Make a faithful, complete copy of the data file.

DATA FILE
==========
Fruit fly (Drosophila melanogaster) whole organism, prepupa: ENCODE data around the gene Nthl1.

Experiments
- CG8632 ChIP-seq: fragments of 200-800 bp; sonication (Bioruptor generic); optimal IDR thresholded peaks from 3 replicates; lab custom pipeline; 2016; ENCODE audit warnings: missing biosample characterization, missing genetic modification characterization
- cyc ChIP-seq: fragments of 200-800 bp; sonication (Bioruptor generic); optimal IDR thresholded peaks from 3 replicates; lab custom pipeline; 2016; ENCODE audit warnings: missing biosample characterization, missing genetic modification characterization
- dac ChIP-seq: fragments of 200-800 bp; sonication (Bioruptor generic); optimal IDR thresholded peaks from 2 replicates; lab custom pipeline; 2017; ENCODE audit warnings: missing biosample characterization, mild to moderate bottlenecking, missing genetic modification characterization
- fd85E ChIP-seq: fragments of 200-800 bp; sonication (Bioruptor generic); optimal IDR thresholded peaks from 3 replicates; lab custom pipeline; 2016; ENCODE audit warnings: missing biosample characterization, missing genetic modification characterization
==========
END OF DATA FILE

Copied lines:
Fruit fly (Drosophila melanogaster) whole organism, prepupa: ENCODE data around the gene Nthl1.

Experiments
- CG8632 ChIP-seq: fragments of 200-800 bp; sonication (Bioruptor generic); optimal IDR thresholded peaks from 3 replicates; lab custom pipeline; 2016; ENCODE audit warnings: missing biosample characterization, missing genetic modification characterization
- cyc ChIP-seq: fragments of 200-800 bp; sonication (Bioruptor generic); optimal IDR thresholded peaks from 3 replicates; lab custom pipeline; 2016; ENCODE audit warnings: missing biosample characterization, missing genetic modification characterization
- dac ChIP-seq: fragments of 200-800 bp; sonication (Bioruptor generic); optimal IDR thresholded peaks from 2 replicates; lab custom pipeline; 2017; ENCODE audit warnings: missing biosample characterization, mild to moderate bottlenecking, missing genetic modification characterization
- fd85E ChIP-seq: fragments of 200-800 bp; sonication (Bioruptor generic); optimal IDR thresholded peaks from 3 replicates; lab custom pipeline; 2016; ENCODE audit warnings: missing biosample characterization, missing genetic modification characterization